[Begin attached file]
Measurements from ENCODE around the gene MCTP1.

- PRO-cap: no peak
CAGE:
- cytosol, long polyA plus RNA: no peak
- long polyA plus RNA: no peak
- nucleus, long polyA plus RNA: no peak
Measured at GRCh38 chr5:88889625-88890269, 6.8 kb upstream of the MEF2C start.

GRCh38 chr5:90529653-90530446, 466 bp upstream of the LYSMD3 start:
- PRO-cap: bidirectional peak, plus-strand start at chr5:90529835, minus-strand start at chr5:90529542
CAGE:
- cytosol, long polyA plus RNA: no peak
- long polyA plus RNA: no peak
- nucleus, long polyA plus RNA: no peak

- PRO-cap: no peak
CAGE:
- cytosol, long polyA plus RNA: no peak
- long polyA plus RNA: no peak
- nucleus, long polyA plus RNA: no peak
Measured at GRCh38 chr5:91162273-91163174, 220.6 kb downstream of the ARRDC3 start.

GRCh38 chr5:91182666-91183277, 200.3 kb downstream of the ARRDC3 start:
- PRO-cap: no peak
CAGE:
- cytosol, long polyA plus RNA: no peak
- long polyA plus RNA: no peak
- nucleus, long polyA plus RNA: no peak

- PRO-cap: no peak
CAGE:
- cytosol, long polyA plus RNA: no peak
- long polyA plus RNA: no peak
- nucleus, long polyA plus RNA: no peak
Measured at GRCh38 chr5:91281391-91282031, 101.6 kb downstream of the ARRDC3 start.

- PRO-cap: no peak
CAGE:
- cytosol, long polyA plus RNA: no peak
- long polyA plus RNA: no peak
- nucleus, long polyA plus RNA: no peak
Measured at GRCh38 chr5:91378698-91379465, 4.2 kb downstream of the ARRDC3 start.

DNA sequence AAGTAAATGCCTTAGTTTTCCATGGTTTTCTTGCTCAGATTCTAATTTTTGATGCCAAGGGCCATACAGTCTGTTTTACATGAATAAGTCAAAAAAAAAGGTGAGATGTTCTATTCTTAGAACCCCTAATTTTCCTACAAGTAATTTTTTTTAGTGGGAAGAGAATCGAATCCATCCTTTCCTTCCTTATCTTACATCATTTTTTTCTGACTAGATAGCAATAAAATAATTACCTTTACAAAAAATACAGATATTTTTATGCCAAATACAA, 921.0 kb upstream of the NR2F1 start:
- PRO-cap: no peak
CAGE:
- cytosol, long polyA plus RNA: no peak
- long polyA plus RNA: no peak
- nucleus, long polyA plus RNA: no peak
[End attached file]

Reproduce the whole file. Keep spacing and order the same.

Measurements from ENCODE around the gene MCTP1.

- PRO-cap: no peak
CAGE:
- cytosol, long polyA plus RNA: no peak
- long polyA plus RNA: no peak
- nucleus, long polyA plus RNA: no peak
Measured at GRCh38 chr5:88889625-88890269, 6.8 kb upstream of the MEF2C start.

GRCh38 chr5:90529653-90530446, 466 bp upstream of the LYSMD3 start:
- PRO-cap: bidirectional peak, plus-strand start at chr5:90529835, minus-strand start at chr5:90529542
CAGE:
- cytosol, long polyA plus RNA: no peak
- long polyA plus RNA: no peak
- nucleus, long polyA plus RNA: no peak

- PRO-cap: no peak
CAGE:
- cytosol, long polyA plus RNA: no peak
- long polyA plus RNA: no peak
- nucleus, long polyA plus RNA: no peak
Measured at GRCh38 chr5:91162273-91163174, 220.6 kb downstream of the ARRDC3 start.

GRCh38 chr5:91182666-91183277, 200.3 kb downstream of the ARRDC3 start:
- PRO-cap: no peak
CAGE:
- cytosol, long polyA plus RNA: no peak
- long polyA plus RNA: no peak
- nucleus, long polyA plus RNA: no peak

- PRO-cap: no peak
CAGE:
- cytosol, long polyA plus RNA: no peak
- long polyA plus RNA: no peak
- nucleus, long polyA plus RNA: no peak
Measured at GRCh38 chr5:91281391-91282031, 101.6 kb downstream of the ARRDC3 start.

- PRO-cap: no peak
CAGE:
- cytosol, long polyA plus RNA: no peak
- long polyA plus RNA: no peak
- nucleus, long polyA plus RNA: no peak
Measured at GRCh38 chr5:91378698-91379465, 4.2 kb downstream of the ARRDC3 start.

DNA sequence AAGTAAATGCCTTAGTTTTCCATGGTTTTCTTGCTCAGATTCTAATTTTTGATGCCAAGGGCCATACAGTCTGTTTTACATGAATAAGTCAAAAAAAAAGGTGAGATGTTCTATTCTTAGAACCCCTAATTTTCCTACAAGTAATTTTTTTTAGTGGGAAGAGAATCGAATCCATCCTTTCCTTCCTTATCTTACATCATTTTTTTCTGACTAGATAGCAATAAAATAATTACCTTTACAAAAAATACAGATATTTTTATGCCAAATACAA, 921.0 kb upstream of the NR2F1 start:
- PRO-cap: no peak
CAGE:
- cytosol, long polyA plus RNA: no peak
- long polyA plus RNA: no peak
- nucleus, long polyA plus RNA: no peak